More political headlines:

--The main candidates for governor say they favor taking some steps to make state government more transparent, but both avoid sweeping promises about opening up many more records than are already public.

Morning Roundup: Congressman Kissell refuses to debate GOP rival Hudson

Citing scheduling conflicts, U.S. Rep. Larry Kissell, D-N.C., has declined to commit to a locally televised debate with Republican challenger Richard Hudson.

Hudson, in a statement released by his campaign, called on the Democratic congressman “to come out of hiding.” Full story here.

More political headlines:

--Get a rundown on the feisty second presidential debate and see a fact check on the candidates' statements. Students at Queens College gave the win to the president.

--Emulating President Barack Obama, Walter Dalton also took an aggressive stance while Pat McCrory bobbed and weaved in the governor's race debate. And see an excerpt from a key exchange.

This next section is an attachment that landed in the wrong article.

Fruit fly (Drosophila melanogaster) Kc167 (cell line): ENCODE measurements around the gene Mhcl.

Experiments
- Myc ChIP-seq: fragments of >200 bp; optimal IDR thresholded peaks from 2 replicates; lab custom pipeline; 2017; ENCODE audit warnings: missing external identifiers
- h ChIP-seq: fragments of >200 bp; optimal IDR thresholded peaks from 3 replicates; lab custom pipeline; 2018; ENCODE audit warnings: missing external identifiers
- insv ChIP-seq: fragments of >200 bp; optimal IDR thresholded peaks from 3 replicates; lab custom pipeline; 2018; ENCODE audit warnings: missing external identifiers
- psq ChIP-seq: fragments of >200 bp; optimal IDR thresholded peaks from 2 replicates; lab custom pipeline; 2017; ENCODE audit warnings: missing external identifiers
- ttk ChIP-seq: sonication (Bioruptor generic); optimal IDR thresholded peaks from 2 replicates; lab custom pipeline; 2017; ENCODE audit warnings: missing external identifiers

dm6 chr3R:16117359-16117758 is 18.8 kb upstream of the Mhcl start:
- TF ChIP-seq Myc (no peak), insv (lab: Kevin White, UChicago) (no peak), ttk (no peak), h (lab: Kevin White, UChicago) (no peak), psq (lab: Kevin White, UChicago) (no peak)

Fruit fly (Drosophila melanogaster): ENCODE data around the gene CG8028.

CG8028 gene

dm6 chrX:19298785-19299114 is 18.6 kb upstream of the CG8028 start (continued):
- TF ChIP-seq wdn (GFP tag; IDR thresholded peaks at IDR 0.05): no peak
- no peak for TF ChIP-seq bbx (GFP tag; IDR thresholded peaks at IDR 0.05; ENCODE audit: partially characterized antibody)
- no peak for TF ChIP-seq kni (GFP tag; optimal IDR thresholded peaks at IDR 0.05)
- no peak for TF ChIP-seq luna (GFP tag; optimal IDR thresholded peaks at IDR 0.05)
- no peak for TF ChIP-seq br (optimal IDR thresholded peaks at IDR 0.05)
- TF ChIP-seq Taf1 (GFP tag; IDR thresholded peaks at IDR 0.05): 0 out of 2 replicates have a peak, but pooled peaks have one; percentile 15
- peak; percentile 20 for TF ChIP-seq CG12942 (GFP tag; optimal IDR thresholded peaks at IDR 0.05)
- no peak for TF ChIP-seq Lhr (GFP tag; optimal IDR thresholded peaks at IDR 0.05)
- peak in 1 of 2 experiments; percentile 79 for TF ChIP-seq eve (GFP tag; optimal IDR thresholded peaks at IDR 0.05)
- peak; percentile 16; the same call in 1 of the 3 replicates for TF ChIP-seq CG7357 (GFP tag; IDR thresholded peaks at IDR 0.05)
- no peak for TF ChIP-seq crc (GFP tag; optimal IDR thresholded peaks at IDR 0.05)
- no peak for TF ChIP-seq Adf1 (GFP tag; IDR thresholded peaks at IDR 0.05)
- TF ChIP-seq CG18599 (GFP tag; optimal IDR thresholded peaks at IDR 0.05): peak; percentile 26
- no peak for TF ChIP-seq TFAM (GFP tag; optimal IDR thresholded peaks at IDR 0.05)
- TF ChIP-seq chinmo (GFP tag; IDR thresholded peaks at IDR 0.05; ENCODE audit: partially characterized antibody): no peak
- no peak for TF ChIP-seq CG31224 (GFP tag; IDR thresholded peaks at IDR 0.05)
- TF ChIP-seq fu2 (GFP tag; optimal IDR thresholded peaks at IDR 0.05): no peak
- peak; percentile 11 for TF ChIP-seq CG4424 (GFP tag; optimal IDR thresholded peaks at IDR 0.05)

New Republican ad ties Kissell to Obama, unemployment numbers

The National Republican Congressional Committee has released a new TV ad tying Rep. Larry Kissell to Barack Obama and North Carolina's high unemployment.

D.C. Democrats tilting toward McIntyre, away from Kissell?

The Democrats are placing their bets, and they like Mike McIntyre's chances, but appear to be growing skeptical about Larry Kissell's prospects.

At least that is the takeaway from a Politico article about the Democratic Congressional Campaign Committee reshuffling their resources. The article says they are sending more money to McIntyre in his efforts to defeat challenger David Rouzer in the 7th.

The DCCC has already pulled back on two weeks of TV reservations in defense of Kissell who is being challenged by Richard Hudson in the 8th.